Tommy Raudonikis

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Tommy Raudonikis
Tommy Raudonikis.jpg
Raudonikis in 2008
Personal information
Full nameTom Raudonikis
NicknameTom Terrific[1]
Born13 April 1950
Cowra, New South Wales, Australia
Playing information
Height170 cm (5 ft 7 in)[2]
Weight11 st 7 lb (73 kg)[2]
PositionHalfback
Club
YearsTeamPldTGFGP
1969–79Western Suburbs202290087
1980–82Newtown Jets3740012
1983Brothers (Brisbane)
Total239330099
Representative
YearsTeamPldTGFGP
1971–80New South Wales24110033
1971–80Australia202006
Coaching information
Club
YearsTeamGmsWDLW%
1983Brothers (Brisbane)
Norths (Brisbane)
Ipswich Jets
1995–99Western Suburbs Magpies
Total0000
Representative
YearsTeamGmsWDLW%
1997–98New South Wales630350
Source: RL stats RLP
 
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Tommy Raudonikis
Tommy Raudonikis.jpg
Raudonikis in 2008
Personal information
Full nameTom Raudonikis
NicknameTom Terrific[1]
Born13 April 1950
Cowra, New South Wales, Australia
Playing information
Height170 cm (5 ft 7 in)[2]
Weight11 st 7 lb (73 kg)[2]
PositionHalfback
Club
YearsTeamPldTGFGP
1969–79Western Suburbs202290087
1980–82Newtown Jets3740012
1983Brothers (Brisbane)
Total239330099
Representative
YearsTeamPldTGFGP
1971–80New South Wales24110033
1971–80Australia202006
Coaching information
Club
YearsTeamGmsWDLW%
1983Brothers (Brisbane)
Norths (Brisbane)
Ipswich Jets
1995–99Western Suburbs Magpies
Total0000
Representative
YearsTeamGmsWDLW%
1997–98New South Wales630350
Source: RL stats RLP

Tommy Raudonikis OAM (born 13 April 1950[3] in Cowra, New South Wales) is an Australian former rugby league footballer and coach. He played over twenty-nine Tests and World Cup games as Australia representative halfback and captained his country in two Tests of the 1973 Kangarooo tour.

Early life and club playing career[edit]

Raudonikis is the son of a Lithuanian father and a Swiss mother who emigrated to Australia after WWII. He played 202 games for the Western Suburbs Magpies between 1969 and 1979 before moving to the Newtown Jets for 37 games in three seasons between 1980 and 1982. Raudonikis played under two famous coaches, Roy Masters at Wests and Warren Ryan at Newtown. Some rate him the toughest player to have ever played in the halves and in September 2004 he was named in the Western Suburbs Magpies team of the century.

Representative playing career[edit]

He was first selected in an Australian squad in 1971 behind Souths halfback Bob Grant and made his run on debut in 1972 against the Kiwis (the same year he won the Rothmans Medal for best club player for the season). He was the regular Test halfback for the next six years. He made Test appearances up until 1980 by which time he was being challenged by Greg Oliphant and Steve Mortimer. He was the captain of the New South Wales State of Origin team in the inaugural 1980 contest.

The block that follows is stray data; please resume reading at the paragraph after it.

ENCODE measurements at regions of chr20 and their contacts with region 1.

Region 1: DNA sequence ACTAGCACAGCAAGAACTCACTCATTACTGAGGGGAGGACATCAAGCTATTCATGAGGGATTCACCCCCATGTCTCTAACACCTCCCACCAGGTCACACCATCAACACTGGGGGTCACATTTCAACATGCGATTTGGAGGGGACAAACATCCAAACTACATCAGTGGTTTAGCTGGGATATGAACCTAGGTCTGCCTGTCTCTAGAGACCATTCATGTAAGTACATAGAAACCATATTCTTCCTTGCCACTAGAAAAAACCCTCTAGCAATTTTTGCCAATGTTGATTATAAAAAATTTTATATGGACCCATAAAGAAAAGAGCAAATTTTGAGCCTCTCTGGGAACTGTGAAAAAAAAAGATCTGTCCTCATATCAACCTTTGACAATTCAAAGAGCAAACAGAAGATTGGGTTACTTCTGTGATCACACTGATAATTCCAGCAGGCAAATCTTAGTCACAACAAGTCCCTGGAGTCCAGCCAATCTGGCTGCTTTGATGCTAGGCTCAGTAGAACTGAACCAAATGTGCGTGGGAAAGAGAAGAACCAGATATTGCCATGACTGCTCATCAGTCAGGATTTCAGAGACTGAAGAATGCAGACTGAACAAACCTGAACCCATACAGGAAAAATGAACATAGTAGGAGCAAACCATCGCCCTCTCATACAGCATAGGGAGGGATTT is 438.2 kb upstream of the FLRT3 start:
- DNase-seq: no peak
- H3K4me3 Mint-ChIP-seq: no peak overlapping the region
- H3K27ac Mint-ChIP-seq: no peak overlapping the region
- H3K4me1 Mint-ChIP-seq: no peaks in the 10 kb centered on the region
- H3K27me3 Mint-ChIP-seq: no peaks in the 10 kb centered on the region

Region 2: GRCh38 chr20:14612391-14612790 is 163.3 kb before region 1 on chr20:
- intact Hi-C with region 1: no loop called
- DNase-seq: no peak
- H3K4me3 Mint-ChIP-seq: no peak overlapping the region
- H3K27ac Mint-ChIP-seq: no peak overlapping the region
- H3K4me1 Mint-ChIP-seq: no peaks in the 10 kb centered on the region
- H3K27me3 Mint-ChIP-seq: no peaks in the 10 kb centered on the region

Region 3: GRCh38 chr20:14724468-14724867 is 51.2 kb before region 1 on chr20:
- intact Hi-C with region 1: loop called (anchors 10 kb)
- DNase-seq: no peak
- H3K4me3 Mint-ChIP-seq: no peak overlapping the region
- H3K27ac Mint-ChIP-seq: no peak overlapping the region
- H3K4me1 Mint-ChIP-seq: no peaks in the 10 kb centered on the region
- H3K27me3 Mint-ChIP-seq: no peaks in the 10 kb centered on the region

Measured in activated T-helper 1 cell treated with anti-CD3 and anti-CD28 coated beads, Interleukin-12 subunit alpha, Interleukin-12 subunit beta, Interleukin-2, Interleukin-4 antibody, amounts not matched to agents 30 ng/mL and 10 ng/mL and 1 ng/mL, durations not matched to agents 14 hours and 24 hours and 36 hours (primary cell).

Awards[edit]

Coaching career[edit]

Raudonikis' final playing year was in a captain coach role at Brisbane Brothers in 1983. He later coached Brisbane Norths and the Ipswich Jets in the Brisbane Rugby League premiership. Returning to Sydney, he was coach of the Western Suburbs Magpies from 1995 up until the formation of the Wests Tigers joint venture with the Balmain Tigers at the end of 1999. He had some initial coaching success making the finals in 1996, but Wests were ultimately unable to build on this and only won six games in their final two seasons.

Raudonikis coached the Blues in the 1997 and 1998 series. In those series he entered State of Origin folklore when he introduced the Cattledog call to which NSW players responded by breaking from the scrum with fists flying, resulting in two infamous all-in-brawls.

In the media[edit]

He is a long term friend of 2GB radio station owner John Singleton. Through this friendship, he also participates as a commentator for the Continuous Call Team with Ray Hadley on 2GB.

His hospitalisation in August 2006, for a heart bypass operation, made Australian sports news and drew messages of support from a spectrum of famous former players including Wests icons Arthur Summons (the subject of the NRL trophy with Norm Provan.)[4]

Raudonikis made an appearance in the 2007 rugby league drama film, The Final Winter.[5]

Currently Raudonikis works as a part of the Channel 9 rugby league commentary team.

In February 2008, Raudonikis was named in the list of Australia's 100 Greatest Players (1908–2007) which was commissioned by the NRL and ARL to celebrate the code's centenary year in Australia.[6][7] Also in 2008 the Western Suburbs Magpies celebrated their centenary by inducting six inaugural members into the club's Hall of Fame. These six included Raudonikis.[8]

Footnotes[edit]

  1. ^ Alan Whiticker & Glen Hudson (2007). The Encyclopedia of Rugby League Players. Wetherill Park, New South Wales: Gary Allen Pty Ltd. p. 453. ISBN 978-1-877082-93-1. 
  2. ^ a b "World Series". Rugby League Week (Rushcutters Bay, NSW: Rugby League Week Pty Ltd) (1975–1976): pg 85. 
  3. ^ Rugby League Project
  4. ^ Roy Masters (2 August 2006). "Tom terrific after heart cops beating". The Sydney Morning Herald. Retrieved 2008-07-26. 
  5. ^ Douglas Kennedy and Elissa Blake (19 August 2007). "League legends in The Final Winter". The Sunday Mail (Australia: Queensland Newspapers). Retrieved 2 October 2010. 
  6. ^ Peter Cassidy (23 February 2008). "Controversy reigns as NRL releases top 100 players". Macquarie National News. Retrieved 2008-02-23. 
  7. ^ "Centenary of Rugby League – The Players". NRL & ARL. 23 February 2008. Retrieved 2008-02-23. 
  8. ^ westsmagpies.net (2008). "Western Suburbs Magpies Hall of Fame". Wests Archives. Western Suburbs Magpies R.L.F.C. Retrieved 2009-11-28. 

External links[edit]

Sources[edit]

Preceded by
Wayne Ellis (caretaker)
1994
Coach
Western Suburbs Magpies

1995–1999
Succeeded by
Club merged
Preceded by
Phil Gould
1992–1996
Coach
New South Wales

1997–1998
Succeeded by
Wayne Pearce
1999–2001